The Partial CameramanThe Partial Cameraman

Mobile phone filming a Libyan demonstration

Much is made of the role of the media in creating and supporting democracy. A key part of this is the ability of anyone to turn to the media, and on merit, have their story or point of view reported. Sometimes ordinary people create the content itself – ‘citizen journalism’ is a modern and powerful phenomenon. Recent protests sweeping North Africa and the Middle East prove this again. But there may also be a significant but hidden move away from the impartial media we instinctively trust. 

A professional cameraperson will stand back from the action, and objectively select a range of pictures to be edited. But in the recent uprisings, many of the pictures we have seen in Western media have been taken by those actually involved in the trouble. Their images and video films, shot often on mobile phones and uploaded to sites such as YouTube have been used frequently by broadcasters, or appeared in papers. Nearly always they’re all that is available to the media who are themselves banned from access. But this also marks a step change in the standpoint of the media which though subtle, and often unrecognised, has significant implications.

When we watch our news, we assume that all involved in the process to create the story – the reporter, cameraperson, editorial staff and production team are impartial. They’re presenting the story based on facts for us to make our minds up about. In most professional organisations this impartiality and ‘balance’ are essential to ensure the trust of the viewer or reader. However citizen journalists are rarely impartial.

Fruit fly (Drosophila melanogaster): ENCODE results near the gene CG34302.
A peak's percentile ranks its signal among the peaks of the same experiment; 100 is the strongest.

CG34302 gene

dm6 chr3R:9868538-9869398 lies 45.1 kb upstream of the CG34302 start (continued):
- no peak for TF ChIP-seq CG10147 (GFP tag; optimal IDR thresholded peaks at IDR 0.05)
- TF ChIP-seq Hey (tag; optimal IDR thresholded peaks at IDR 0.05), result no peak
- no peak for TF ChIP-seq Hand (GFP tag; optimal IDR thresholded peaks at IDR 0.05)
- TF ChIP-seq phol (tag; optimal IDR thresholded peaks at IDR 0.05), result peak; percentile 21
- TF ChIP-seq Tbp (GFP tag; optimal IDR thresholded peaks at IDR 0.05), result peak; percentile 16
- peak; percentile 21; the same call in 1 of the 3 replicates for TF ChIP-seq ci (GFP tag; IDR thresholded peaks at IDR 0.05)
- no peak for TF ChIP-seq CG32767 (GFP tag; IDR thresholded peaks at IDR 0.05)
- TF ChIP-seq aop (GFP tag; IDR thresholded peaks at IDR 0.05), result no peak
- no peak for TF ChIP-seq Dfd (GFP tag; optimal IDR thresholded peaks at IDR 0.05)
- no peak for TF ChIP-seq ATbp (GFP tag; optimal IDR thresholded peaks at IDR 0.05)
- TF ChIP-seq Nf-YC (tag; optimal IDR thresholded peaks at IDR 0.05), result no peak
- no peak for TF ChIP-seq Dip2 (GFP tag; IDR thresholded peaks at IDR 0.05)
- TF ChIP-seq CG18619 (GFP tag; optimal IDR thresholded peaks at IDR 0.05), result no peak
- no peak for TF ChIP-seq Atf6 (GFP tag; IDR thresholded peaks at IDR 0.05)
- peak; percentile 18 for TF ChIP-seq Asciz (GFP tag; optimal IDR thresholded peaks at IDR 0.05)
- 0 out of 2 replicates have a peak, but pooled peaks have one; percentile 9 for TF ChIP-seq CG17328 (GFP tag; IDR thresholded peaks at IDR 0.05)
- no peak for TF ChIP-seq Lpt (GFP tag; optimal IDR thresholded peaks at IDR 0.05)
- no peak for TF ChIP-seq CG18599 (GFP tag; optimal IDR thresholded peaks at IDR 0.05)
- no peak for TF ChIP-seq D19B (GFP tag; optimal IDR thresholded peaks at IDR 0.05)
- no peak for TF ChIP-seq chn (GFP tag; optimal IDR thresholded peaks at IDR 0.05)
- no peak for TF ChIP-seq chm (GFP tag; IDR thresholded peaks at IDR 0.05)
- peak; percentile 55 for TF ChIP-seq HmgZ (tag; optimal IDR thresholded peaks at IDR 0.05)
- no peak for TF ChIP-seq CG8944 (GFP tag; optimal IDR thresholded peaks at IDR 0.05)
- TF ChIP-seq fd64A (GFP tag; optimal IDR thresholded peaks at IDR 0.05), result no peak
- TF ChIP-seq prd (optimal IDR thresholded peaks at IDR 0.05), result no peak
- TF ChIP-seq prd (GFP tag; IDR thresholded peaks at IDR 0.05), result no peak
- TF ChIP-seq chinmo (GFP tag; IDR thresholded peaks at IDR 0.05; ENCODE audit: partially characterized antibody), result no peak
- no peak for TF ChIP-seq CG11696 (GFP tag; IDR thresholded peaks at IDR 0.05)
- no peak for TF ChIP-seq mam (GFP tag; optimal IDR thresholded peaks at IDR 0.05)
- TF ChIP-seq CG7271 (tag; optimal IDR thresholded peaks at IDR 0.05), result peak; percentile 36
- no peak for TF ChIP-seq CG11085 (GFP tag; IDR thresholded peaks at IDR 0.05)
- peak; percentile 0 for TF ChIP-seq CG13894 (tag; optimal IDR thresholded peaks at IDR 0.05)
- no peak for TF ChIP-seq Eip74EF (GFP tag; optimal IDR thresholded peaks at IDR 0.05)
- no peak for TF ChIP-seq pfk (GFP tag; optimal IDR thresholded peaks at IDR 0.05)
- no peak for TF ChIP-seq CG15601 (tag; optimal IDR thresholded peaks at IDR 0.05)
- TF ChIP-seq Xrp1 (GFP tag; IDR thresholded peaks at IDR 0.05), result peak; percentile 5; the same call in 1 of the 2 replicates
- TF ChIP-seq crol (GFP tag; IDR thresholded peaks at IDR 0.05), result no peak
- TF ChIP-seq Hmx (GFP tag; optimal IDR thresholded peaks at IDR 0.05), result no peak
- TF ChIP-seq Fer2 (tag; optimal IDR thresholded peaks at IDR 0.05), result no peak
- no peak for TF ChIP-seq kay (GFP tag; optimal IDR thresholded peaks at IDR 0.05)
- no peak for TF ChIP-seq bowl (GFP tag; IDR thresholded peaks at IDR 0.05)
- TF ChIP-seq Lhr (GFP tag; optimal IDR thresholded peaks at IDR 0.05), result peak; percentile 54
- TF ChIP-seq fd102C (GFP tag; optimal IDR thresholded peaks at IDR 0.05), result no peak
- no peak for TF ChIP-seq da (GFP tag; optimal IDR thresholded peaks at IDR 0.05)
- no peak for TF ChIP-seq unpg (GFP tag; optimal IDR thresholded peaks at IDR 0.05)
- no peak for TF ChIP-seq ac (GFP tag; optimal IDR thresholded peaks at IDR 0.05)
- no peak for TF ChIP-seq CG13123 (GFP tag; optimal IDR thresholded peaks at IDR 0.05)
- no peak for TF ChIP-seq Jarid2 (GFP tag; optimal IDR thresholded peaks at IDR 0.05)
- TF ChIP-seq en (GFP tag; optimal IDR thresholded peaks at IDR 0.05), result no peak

Those taking pictures from riots in Cairo, Tripoli or wherever, and then uploading them for public view, are themselves often involved in the protests and are demonstrating. The very act of uploading is part of their process of bringing about political change – they hope the publicity and the media coverage will influence world opinion against the person they are also attacking. And in using these images the media become part of the process of destabilisation. They cease to be impartial.

There are two sides to every story. We may feel very strongly about one side over the other – and indeed this may be the side of the protester. But when we’re seeing just one point of view, and those involved in the telling of it including the cameraperson have an interest in that, perhaps the audience should be made more aware.

There is also the risk, one the media worry about constantly, that the events are actually staged just to gain media coverage. Or that in an overwhelmingly peaceful event there is one violent act which happens to be filmed. Because this is all the audience sees, we assume the whole event is violent. The reporting ceases simply to be an impartial third person view of events which are happening through a natural process. There is no way of of us, or the media, judging this with citizen journalism.

The innocent on screen ‘Mobile Phone Footage’ caption (where used) doesn’t just tell us why the technical quality can be poor – it should also make it clear that what we are seeing doesn’t meet the usual standards of impartiality and objectivity to which we’re accustomed to in an open and democratic society. The sort of society which ironically is probably what the people taking and distributing these images are fighting for.